Legumes - an alternative to cereals?
Pulses, or grain legumes, are high in fibre and starch and have been found to contain twice as much protein as that of any wholegrain cereal. The pseudocereals amaranth, quinoa and buckwheat are genetically unrelated to one another but morphologically resemble true cereals.
This paper discusses the potential use of legumes and pseudocereals as alternatives to traditional wheat flour.
Legumes and pseudocereals are already widely consumed and play an outstanding nutritional role in the human diet. There is increasing interest in their applications in novel foods. They are gluten free and high in protein making them suitable for use as cereal substitutes in many vegetarian and gluten-free products. They are also rich in vitamins and minerals and, when blended with wheat, legumes and pseudocereals can be used to enhance the nutritional content of products and provide amino acids that are lacking in cereals. They also have applications for formulated products, starch extracts, flour, thickening agents, protein concentrates, weaning food, and whole seeds.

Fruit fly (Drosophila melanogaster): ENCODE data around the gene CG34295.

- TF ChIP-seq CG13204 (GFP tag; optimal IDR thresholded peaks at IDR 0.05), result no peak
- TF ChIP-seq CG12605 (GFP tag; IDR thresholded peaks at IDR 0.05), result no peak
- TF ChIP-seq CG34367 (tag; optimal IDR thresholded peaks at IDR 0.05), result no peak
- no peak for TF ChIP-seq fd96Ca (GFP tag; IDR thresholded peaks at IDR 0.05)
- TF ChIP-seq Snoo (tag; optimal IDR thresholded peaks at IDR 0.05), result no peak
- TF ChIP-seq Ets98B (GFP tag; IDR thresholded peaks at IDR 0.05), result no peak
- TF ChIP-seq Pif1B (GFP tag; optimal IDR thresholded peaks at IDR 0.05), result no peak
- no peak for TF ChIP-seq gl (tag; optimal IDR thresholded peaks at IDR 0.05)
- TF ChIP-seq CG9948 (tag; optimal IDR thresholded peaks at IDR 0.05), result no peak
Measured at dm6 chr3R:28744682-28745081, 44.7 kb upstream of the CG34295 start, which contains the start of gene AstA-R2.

At Campden BRI, we've been investigating the potential applications of cereal alternatives - exploring the functional characteristics of the starch in different pseudocereals and pulses to better understand to which applications they might be most suited.
Legumes and pseudocereals have multiple functional properties such as water absorption, swelling, solubility, gelatinisation, pasting, and oil absorption which are all important factors in numerous processing applications. However, the processing of legumes and pseudocereals is very important as they contain substances which inhibit the digestion process, negatively influence the biological utilisation of nutrients, and interfere with metabolic pathways.
We can gain valuable insights into the potential applications of legume and pseudocereal flour by evaluating the starch properties along with polymer interactions, functional characteristics around water binding capability, solubility, viscosity, gelling and foaming properties as well as emulsifying capability.